Legacy sector needs to look to the future

12th August 2022

The legacy market is expected to continue to thrive, but it faces challenges including the need to be more active in terms of how it is to attract the talent that will form the next generation, and the growing issues for MGAs.

The legacy market continues to grow and is not short of opportunities in both the short and medium term.

In the UK the major opportunities at present are in the Lloyd’s market, where its determination to rid itself of poorly performing business has left underwriters with some decisions to make about their willingness to continue or put into run-off books that have found their way into the performance directorate’s crosshairs.

This is likely to increase the number of deals we will see in the coming months and it is likely as the market continues to tighten its performance rules there will be further opportunities in the future.

Motor insurers have also recently been taking a much harder look at their portfolios with a view to closing certain books as conditions such as rising claims costs make profits more elusive.

In continental Europe it remains a seller’s market, with the level of competition increasing for the available legacy business. There has been an influx of new capital into the market, which has only exacerbated the pressure to get deals completed in the face of rising numbers of other interested parties.

For many, the US is viewed as the market where the most potential rests. The creation of the Insurance Business Transfer (IBT) scheme, akin to the UK’s part VII transfer process, in Oklahoma has also facilitated several legacy deals. It is expected to be rolled out to other states in the months to come and will make the ability to operate in the legacy market far easier.

North America potential

It is likely the US legacy market will become one of the world’s most important in terms of size as IBT and other tools are embedded. With changes to regulation governing the run-off sector in the US, North America is likely to see huge opportunities in the years to come.

The investment vehicles are being joined by the major re/insurance brokers, which are increasingly being asked to look at new ways to mitigate legacy risks and are now playing an ever more active role in the sector.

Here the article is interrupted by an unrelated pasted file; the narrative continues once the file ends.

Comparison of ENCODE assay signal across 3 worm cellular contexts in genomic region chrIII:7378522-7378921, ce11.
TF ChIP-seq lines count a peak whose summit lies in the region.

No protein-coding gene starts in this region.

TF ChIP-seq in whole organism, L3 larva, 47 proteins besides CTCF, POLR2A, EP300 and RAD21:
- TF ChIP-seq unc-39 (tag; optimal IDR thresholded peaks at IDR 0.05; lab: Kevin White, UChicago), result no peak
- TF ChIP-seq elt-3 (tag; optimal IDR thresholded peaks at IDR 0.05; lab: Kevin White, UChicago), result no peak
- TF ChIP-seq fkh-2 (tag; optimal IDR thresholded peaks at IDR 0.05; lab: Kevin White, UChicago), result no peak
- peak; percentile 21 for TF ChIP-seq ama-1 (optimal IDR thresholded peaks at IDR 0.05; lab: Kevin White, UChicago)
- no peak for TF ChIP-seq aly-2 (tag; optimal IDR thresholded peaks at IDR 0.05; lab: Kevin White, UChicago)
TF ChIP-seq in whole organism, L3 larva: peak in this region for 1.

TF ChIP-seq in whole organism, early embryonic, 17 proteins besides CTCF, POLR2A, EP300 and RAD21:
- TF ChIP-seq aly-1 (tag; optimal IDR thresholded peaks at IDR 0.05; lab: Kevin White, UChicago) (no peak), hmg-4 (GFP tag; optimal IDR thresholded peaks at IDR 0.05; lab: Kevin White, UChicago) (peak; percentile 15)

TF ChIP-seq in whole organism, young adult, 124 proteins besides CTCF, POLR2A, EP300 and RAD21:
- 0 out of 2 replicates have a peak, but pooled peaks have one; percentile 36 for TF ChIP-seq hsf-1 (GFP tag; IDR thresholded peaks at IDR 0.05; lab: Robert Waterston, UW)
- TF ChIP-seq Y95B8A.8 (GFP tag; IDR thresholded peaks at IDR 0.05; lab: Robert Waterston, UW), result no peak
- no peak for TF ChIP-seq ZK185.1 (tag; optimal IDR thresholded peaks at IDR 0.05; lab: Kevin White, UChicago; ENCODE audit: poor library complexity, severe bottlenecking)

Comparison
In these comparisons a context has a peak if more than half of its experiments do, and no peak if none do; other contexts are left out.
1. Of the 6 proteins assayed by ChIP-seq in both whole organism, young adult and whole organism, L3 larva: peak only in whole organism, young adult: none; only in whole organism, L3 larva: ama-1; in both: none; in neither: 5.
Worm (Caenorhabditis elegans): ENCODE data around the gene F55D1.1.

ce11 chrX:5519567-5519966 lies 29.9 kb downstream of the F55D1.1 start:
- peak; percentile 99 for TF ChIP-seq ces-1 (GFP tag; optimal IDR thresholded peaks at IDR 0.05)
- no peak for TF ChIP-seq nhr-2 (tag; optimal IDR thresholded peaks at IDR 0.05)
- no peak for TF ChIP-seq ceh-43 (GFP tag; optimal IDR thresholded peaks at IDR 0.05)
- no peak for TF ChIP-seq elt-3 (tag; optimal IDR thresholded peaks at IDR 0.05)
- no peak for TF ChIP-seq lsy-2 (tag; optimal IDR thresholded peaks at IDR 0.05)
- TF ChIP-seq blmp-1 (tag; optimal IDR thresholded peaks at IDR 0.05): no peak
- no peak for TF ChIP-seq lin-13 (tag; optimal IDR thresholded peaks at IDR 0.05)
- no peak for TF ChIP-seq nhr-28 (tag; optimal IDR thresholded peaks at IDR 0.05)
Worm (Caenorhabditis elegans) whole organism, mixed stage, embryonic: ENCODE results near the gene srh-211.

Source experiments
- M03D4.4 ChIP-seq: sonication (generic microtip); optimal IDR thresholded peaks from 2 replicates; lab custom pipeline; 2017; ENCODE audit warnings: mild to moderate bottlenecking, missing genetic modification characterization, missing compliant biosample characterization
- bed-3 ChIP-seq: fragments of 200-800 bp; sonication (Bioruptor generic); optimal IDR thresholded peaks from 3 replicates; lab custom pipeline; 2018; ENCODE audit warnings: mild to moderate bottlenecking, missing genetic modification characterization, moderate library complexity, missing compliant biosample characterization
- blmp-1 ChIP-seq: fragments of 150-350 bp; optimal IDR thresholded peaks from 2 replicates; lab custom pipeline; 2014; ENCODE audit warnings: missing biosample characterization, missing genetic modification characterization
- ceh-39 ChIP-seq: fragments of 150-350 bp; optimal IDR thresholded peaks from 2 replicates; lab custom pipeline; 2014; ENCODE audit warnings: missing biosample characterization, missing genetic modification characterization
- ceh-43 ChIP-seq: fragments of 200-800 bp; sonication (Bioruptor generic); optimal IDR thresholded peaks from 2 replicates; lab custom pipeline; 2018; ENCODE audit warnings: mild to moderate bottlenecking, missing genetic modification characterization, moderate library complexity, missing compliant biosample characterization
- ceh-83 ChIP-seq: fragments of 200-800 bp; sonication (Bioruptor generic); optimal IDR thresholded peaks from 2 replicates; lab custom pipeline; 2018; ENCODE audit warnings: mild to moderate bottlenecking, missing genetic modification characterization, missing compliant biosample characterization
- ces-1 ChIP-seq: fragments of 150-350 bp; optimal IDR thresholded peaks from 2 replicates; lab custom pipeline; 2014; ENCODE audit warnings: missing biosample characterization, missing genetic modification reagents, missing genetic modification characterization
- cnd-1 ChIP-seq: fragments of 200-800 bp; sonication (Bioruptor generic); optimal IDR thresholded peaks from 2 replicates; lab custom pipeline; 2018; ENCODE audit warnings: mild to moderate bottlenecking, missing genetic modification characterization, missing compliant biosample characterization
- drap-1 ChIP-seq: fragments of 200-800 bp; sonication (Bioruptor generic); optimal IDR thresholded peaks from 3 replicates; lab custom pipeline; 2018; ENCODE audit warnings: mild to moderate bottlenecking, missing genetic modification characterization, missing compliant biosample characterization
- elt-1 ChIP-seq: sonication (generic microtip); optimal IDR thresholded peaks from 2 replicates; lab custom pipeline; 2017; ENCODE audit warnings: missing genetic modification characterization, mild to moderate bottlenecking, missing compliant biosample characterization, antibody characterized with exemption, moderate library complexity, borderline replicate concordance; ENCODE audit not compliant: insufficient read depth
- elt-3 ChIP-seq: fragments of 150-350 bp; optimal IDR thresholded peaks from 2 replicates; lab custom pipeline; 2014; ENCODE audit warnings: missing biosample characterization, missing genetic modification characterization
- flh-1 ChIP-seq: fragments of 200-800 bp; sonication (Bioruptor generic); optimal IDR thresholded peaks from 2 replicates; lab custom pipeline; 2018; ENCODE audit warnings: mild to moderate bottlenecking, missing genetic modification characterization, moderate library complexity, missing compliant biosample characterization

The market is buoyant and the short-term future looks extremely positive. The pandemic to date has had a negligible impact on the sector and the pace of growth has not been affected. Indeed, the move to a new way of working has seen companies looking to reduce their costs. The use of outsourced solutions is growing as insurers and brokers seek to reduce infrastructure costs including office space.

Talent challenge

However, the market is not immune to the challenges faced by the wider industry: that of talent.

There is a need for the run-off market to become more active in terms of how it is to attract the talent that will form the next generation. As an industry, re/insurance has always faced a fight to attract talented young people and within the industry there is now a collective agreement the legacy market needs to better highlight the rewards a career in the run-off sector can deliver. That includes the need to promote greater diversity, bringing with it different perspectives and a wider skill base.

While there has been a degree of success, the lack of available staff is becoming ever more acute and as such there is now a growing trend for legacy players to seek to poach staff from rivals via enhanced salaries and benefits packages.

There is also now an increasing discussion about the legacy issues for managing general agents (MGAs). As many mature or results dip the decision must be made as to whether they wish to carry on or change direction, which leaves a legacy issue to be managed.

They, in common with several investors, lack infrastructure. Many of the investors have the capital but not the staff to manage the investment once the deal has been completed and all too often the books acquired do not come with the staff needed to operate them. They, like the MGAs, are looking for options in terms of claims, cost control, actuarial expertise and policy administration.

Legacy business is not immune to the rising costs affecting the wider market. However, this comes against a backdrop of a sector that is buoyant and shows little sign of its momentum slowing.

Interestingly, while the opportunities exist today, the legacy sector has to plan for the future. This includes ensuring we have the necessary expertise in place to make the most of future conditions. To do so we need to have a clear understanding as to where the legacy sector is heading and what the legacy operators of the future will look like.

If you would like to continue the conversation on the legacy market, get in contact with Insurance Services Director, Steven Goate on steven.goate@davies-group.com.

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